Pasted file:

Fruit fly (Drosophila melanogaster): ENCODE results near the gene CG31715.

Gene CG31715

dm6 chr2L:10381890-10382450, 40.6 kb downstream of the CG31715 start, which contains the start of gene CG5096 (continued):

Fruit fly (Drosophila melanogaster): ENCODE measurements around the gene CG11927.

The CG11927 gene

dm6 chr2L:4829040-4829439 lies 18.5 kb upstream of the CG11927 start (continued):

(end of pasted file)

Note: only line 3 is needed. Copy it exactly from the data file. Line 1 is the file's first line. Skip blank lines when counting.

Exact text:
dm6 chr2L:10381890-10382450, 40.6 kb downstream of the CG31715 start, which contains the start of gene CG5096 (continued):